My personal work, my studies, my research, and my work with clients has convinced me that what happens to us early in our lives affects how we interpret ourselves and our world. Those interpretations, which are composed of our feeling responses to the world, become the foundation upon which our lives are built. If early experiences are of love and safety, we create an image of a self who is loveable and a world that is safe. If a trauma occurs later in life, after the foundation of self-definition and world-view is established, we deal with the event as an abnormality, after which we reconnect with the safe world and the positive self. However, If a trauma occurs early in life, as definitions of self and world are first being formed, the self and world become defined by that trauma and traumatic life is experienced as normal and deserved, based on that formation.

It is not possible to change our definitions of self simply with reasoning processes because the largest component of the definition was formed before language was established and is feeling based. Feeling becomes the door through which definitions can be accessed and transformed. If someone who experienced a life event like that of baby Mooka were to come to my office to work on personal issues, I would begin with the current drama in the person’s life. That drama contains the known and unknown elements of the embedded untold story and the self and world that became defined by that story. If she came to me to deal with sexual dysfunction, I would assist her to access the feelings she experienced in a recent event in her life. Eventually she would learn to trust the process to take her to the body memory feelings of the kidnapping, sexual invasion, attempted murder, and abandonment in infancy.

If she came into my office to work with her codependency in relationships, I would help her access feelings that might eventually lead to the frightened infant-self in the brush, reaching for and clinging to her rescuer. Of course, not knowing ahead of time what her pre-verbal and buried experiences might be, I would not presume any cause of her distress before she found the cause within herself; and I would act as one who simply holds the space for her to discover what is recorded inside herself.

The purpose of the work is not to establish the guilt of a perpetrator or even the historical truth of any given experience, but to transform the self and world definitions held deep within the client. An actual taping of the events may reveal something not a part of the child’s experience. What is important is the interpretation because that is what forms years of one’s life. The adult self intervenes in the child-self’s experience and comforts the child letting him or her know that the child is worthy and wonderfully good enough. When the connection with the child self is genuine, there is a profound shift in self and world definition that is felt within the client. Once those definitions are changed life experiences will be interpreted from the new definitions.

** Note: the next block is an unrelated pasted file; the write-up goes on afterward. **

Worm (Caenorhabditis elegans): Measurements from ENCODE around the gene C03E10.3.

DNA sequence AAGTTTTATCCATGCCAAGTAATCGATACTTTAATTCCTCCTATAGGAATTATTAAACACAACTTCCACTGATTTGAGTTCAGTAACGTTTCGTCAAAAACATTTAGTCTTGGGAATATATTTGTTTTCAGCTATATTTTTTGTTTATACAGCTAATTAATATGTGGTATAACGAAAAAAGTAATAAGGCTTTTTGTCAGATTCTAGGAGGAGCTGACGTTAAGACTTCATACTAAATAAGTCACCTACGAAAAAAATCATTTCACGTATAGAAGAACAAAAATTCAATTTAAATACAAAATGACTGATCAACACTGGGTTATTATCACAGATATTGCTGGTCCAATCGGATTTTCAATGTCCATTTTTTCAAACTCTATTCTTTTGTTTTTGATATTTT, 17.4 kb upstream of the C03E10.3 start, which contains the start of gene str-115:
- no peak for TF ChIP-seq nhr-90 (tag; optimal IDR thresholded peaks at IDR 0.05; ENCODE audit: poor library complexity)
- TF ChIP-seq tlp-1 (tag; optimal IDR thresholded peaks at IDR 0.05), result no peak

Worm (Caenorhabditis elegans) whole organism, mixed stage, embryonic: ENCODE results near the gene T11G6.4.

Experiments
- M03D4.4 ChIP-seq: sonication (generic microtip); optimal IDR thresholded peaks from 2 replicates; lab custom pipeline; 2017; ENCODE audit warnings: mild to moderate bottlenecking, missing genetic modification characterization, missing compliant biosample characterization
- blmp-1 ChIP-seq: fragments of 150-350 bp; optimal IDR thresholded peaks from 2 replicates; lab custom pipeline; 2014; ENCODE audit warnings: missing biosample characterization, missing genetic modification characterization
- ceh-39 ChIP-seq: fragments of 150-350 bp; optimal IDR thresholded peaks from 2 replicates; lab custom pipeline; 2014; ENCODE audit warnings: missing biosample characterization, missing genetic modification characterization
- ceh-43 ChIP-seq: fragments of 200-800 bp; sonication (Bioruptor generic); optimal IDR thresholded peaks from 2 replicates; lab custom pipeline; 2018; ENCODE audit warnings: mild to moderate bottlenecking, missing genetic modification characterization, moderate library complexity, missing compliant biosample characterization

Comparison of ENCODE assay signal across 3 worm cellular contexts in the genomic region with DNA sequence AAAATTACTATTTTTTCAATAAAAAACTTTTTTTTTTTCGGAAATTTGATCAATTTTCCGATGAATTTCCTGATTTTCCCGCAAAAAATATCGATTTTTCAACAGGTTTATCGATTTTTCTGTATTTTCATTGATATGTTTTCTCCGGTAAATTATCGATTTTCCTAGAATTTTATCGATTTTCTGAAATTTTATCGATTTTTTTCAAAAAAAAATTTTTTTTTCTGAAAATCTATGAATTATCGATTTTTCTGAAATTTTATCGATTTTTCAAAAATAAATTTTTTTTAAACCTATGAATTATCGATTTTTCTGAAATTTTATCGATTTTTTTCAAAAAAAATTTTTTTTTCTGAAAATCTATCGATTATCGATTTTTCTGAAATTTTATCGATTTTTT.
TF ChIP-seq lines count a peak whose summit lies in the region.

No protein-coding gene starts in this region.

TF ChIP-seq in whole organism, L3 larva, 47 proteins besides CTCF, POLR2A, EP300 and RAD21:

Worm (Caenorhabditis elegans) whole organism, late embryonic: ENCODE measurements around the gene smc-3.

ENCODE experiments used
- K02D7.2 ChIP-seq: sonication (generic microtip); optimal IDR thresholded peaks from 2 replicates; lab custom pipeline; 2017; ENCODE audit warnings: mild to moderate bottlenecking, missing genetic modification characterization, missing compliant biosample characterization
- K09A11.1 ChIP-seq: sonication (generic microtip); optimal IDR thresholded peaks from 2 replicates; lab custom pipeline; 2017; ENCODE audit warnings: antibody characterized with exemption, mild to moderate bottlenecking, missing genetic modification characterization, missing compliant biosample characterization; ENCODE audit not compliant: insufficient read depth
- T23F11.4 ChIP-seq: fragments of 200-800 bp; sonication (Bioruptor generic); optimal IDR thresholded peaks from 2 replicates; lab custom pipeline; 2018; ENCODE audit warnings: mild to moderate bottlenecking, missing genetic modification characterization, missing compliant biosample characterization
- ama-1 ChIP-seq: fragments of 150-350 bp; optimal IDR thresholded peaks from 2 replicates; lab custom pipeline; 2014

I have found that trauma-based self and world definitions do not change until the trauma is expressed and new definitions are placed on the experience. The trauma does not have to be as excruciating as that experienced by baby Mooka to be significantly damaging to the person. Growing up feeling unloved, inadequate, a burden, unworthy of attention, unwanted, not good enough, or perhaps feeling as if one’s wants are not approved, or one’s very self is unacceptable, impact the definition of the self so very deeply.

Some may be defeated by the definition and give up on themselves and on life; others may take on a challenge to disprove the definition, but wins never seem to be enough to satisfy the one who holds a negative self-image, and the definition stays in place. However, once the foundational definitions are accessed, the client is able to bring current information into the foundational level and reconstruct self and world definitions, based on a connection within the self and a more mature understanding. This, in turn, allows the client to construct new behaviors and experience a life different from what was experienced previous to the work.

In the depth of the work I did within myself, I came to understand not only what weaved together to create my life, but also what caused my abusers to do what they did to me. They were wounded when they were children and were acting out to retell their stories as well-I just happened to be an unwitting player in their drama. I am sure that a study of the life of the 20-year-old rapist of Mooka would reveal the same truth. In time, I was able to forgive my abusers for acting out against me and was able to forgive myself for being in their drama. I was also able to forgive myself for the dramas I weaved in my own life long after the original trauma was over as a way to tell the world the unspoken story of my childhood. I discovered that my forgiveness deepened my ability to work with both victims and abusers in transforming lives.

Post Traumatic Feelings and Decisions

In the aftermath of September 11, 2001, I became extremely disillusioned and found myself feeling a sense of hopelessness for the human race. The news following the horror of the terrorists caused the crumbling of my hope that people would someday stop the violent and painful aggressive acts. Twelve days later, as the report of this little girl filled the local news, I knew that if that child did not give up on life, I would not either. In spite of the horror and the pain she had experienced she still reached out to connect and didn’t let go. Neither would I give up on the child, on humanity, or on life.

I have decided to continue to write about the damage caused to human beings from trauma and abuse. I have decided to remain committed to a belief that people can heal from deeply hidden trauma, and to hold steadfast to the vision that transformation can happen in our world. Whether it will come to pass in my lifetime, in this little girl’s lifetime, or many generations from now, I will not let go. I will continue to hold the vision that eventually humankind will learn to create a world without babies being raped and people’s lives being snuffed out in horrible attacks of rageful violence as they were on September 11, 2001. I will continue to assist people in bringing together the pieces of shattered lives in their own personal tower experiences, and to uncover the causes of
people raping babies, and people attacking other people. I will do all that I can to let people know that how they treat their children influences the little ones to grow up and live lives based on that treatment. And I have decided to dedicate my writing and my work on this subject to a child named Mooka.